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The Lasky Law Firm Motto
Effective January 29, 2024, all persons who have or call a cell phone or telephone number, (including our office number), in area code 904, must dial all ten digits when placing a call, i.e., the area code plus the number, including calls within the same area code. We recommend everyone begin the new dialing practice now to ensure success when calling the office. Thank you.

What Is Spousal Cyber Spying?


Over the past few years, cases of spousal abuse have become more rampant. Recently, the American Journal of Emergency Medicine has found that domestic abuse cases increased by up to 33% globally. But aside from the more widely publicized instances that entail physical violence, another form of abuse has become more widespread: spousal cyber spying. In fact, according to cyber-security provider Kaspersky’s report on stalking-related software, the number of people who’ve experienced similar cases of cyber spying has risen by at least 35% in a single year. In 2019 alone, stalkerware was found in over 37,500 devices. For abusive partners, stalkerware and cyber spying is just the newest evolution in their arsenal for domestic abuse.

The Rise of Cybercrime and the Birth of Spousal Cyber Spying

Given that most transactions (both personal and professional) have migrated online, it comes as no surprise that the virtual space has also become a breeding ground for cybercrime. In Maryville University’s guide to the main types of crime they explain how cybercrimes can be defined as any criminal activity performed through a computer and the internet. Among the most common types of cybercrime are online predation and computer hacking — both of which are themes in stalkerware. Unfortunately, cybercrime remains hard to litigate considering the remote nature that the internet affords criminals who perpetuate it.

All of this has created a perfect storm for spousal cyber spying. Described as a form of covert means of electronic surveillance, spousal cyber spying involves using the aforementioned stalkerware to secretly monitor another person’s online activities. This may include a location (since a phone’s GPS can be tracked, confidential conversations (through chat apps, and cameras can even be activated to literally see what a person is doing.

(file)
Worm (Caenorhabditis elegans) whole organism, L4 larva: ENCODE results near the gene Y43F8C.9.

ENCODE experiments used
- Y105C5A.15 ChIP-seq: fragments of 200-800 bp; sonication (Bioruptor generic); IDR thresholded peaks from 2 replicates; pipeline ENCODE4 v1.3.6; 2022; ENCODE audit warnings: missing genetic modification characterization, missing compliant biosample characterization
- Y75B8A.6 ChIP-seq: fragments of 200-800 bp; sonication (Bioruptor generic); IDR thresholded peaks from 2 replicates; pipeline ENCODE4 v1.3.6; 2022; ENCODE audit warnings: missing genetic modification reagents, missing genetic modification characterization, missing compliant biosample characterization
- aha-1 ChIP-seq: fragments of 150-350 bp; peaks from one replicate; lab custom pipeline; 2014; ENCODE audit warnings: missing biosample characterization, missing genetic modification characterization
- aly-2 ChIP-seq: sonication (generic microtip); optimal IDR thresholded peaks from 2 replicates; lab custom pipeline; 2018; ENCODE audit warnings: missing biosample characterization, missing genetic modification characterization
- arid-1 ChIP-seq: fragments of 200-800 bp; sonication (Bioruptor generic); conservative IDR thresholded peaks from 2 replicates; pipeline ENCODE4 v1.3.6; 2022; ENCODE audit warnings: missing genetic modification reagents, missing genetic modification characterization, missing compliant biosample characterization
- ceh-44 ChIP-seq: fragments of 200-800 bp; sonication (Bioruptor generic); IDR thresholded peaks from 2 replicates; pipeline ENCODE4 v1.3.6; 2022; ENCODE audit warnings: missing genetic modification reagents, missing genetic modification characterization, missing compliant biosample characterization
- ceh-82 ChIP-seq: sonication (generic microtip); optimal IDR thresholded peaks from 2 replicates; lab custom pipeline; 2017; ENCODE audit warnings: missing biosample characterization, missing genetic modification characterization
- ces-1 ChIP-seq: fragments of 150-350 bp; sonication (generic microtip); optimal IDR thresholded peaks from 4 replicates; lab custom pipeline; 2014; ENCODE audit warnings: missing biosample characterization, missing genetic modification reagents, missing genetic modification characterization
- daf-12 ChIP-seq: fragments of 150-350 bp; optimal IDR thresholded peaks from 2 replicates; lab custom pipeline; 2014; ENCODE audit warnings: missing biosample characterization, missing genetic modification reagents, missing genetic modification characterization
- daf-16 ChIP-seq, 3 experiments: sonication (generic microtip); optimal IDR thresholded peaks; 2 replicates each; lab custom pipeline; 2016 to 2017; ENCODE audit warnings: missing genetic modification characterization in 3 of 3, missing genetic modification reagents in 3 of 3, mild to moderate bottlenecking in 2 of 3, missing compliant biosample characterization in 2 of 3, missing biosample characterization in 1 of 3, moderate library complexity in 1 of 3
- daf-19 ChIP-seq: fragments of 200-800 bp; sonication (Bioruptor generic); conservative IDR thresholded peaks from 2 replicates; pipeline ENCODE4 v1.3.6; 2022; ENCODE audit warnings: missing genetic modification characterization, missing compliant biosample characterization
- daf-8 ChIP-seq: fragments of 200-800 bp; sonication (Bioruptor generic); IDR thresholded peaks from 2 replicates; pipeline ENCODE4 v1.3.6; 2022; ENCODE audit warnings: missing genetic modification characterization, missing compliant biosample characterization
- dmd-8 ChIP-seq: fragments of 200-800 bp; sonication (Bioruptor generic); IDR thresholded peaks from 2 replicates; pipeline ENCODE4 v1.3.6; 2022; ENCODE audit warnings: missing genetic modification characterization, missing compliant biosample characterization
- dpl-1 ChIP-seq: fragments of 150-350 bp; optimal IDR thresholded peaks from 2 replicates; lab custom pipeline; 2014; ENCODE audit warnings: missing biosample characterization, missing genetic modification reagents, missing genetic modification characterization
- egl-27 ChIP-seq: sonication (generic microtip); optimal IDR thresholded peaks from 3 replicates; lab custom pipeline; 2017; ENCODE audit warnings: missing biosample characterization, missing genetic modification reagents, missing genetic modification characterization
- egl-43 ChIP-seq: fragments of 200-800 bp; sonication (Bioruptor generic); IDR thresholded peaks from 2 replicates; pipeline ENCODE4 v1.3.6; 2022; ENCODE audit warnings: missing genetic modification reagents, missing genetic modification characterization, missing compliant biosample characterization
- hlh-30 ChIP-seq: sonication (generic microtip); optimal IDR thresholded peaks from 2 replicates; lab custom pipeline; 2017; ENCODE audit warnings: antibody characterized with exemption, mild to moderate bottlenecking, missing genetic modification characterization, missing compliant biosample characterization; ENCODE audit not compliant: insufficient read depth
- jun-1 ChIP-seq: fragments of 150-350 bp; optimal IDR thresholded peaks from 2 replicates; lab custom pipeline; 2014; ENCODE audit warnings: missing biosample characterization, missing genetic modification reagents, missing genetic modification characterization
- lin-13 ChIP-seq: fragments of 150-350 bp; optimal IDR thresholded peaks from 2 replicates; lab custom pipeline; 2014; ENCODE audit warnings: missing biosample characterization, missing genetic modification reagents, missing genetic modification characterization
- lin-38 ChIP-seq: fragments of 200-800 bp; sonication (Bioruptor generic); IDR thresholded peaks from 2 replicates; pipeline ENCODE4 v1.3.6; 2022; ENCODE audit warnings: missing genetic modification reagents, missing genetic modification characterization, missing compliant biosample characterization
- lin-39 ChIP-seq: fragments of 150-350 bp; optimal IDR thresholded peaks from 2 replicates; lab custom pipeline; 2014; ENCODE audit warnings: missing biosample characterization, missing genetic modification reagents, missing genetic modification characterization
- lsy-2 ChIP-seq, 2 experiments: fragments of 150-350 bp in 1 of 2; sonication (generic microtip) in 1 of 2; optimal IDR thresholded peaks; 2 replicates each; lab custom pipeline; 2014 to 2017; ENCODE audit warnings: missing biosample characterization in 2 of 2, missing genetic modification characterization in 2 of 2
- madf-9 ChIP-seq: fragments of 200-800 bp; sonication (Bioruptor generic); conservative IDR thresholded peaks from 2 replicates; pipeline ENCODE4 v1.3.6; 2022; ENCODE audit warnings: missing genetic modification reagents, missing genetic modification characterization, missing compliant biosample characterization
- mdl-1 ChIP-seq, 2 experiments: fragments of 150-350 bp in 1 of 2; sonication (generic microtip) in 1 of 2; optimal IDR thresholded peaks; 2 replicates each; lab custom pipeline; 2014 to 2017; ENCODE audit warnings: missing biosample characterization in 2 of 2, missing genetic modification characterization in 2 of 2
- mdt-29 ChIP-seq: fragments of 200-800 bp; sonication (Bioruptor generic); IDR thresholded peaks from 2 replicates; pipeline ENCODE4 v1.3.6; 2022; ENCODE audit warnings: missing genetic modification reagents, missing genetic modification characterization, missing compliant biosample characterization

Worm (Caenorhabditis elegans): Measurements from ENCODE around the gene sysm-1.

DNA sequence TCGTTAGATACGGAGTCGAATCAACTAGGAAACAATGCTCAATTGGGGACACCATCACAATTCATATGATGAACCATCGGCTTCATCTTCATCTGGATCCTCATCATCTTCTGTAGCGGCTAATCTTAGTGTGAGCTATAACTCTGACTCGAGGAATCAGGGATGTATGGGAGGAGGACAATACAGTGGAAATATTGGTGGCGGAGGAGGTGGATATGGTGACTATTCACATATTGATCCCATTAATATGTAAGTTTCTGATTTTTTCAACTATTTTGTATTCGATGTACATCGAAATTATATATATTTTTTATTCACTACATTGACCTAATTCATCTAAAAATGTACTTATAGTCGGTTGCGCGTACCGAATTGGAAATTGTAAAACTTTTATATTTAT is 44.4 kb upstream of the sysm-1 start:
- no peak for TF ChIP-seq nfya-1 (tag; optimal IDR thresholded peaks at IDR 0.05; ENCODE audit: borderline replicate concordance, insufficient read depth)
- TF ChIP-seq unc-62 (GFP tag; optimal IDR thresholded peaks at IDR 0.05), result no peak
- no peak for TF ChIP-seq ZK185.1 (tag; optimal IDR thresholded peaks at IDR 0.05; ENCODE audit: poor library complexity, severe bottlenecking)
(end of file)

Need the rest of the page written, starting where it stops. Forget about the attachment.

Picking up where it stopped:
Sadly, stalkerware — which is also aptly called spouseware — is openly sold online because it falls within a legal grey area. Today, there are still over 20,000 stalkerware apps available online. Case in point, TechCrunch’s coverage of online stalkerware ads revealed that tech giant Google was blatantly running advertisements for stalkerware apps up until October 2021. This, however, is not enough to deter the spread of stalkerware given loopholes that allow stalkerware to exist, so long as it’s more subtle. Similarly less decisive actions from federal leaders have seen stalkerware creators banned by the FTC, but still free from truly facing criminal charges.

How Does Cyber Spousal Spying Affect a Divorce?

For couples going through a divorce, this cyber spying may prove more insidious. Since stalkerware gives the user essentially complete access to an individual’s device, an estranged spouse can become privy to potentially damning information. This can include a person’s sexual history, current financial stability, and state of mind. All of which can be weaponized by a disgruntled party during divorce proceedings. In particularly sensitive cases, such as when children are involved, these findings can cause serious rifts in a person’s credibility.

What to Do if You’re Experiencing Spousal Cyber Spying

If you or somebody you know has been targeted with stalkerware, there are a number of things that can be done. For starters, do a full sweep of your current devices using an anti-stalkerware app. Should you find that your device has been breached, immediately change all your passwords and do a full system reset. From there, CNBC’s post about anti-stalkerware safety recommends updating your device’s operating system. This makes it harder for stalkerware apps to penetrate your activities. Afterward, start practicing better cybersecurity hygiene. This means using multi-factor authentication and not leaving your device unattended. If need be, you may also notify the authorities. Take note that this may not necessarily result in a conviction since wiretapping and stalking laws remain fairly murky on this matter.

Should you be going through a divorce, let your attorney know. They’ll be the best suited to handle the sensitive proceedings with this new development in mind. If you’re in the middle of a divorce sans legal representation, consider onboarding a divorce attorney licensed in your state. If you and your spouse are not on especially good terms, this is another of the “Signs You Need to Hire a Divorce Attorney”. Without an attorney’s guidance, a spouse may take advantage of the information they have to bully you into settling. If you have complex issues like alimony, timesharing, and prenups, a divorce attorney can ensure that you are updated on the rights you have in your state. This means that no matter what your spouse says or uses against you via stalkerware, you can get out with the best compromise.

Currently, steps are being taken at the private- and government-level to stamp out stalkerware. Although this is not something that can be realistically rolled out any time soon, the fact that there are movements being done to protect victims bodes well for the eradication of spousal cyber spying.

Written by Audrey Kaye Carter
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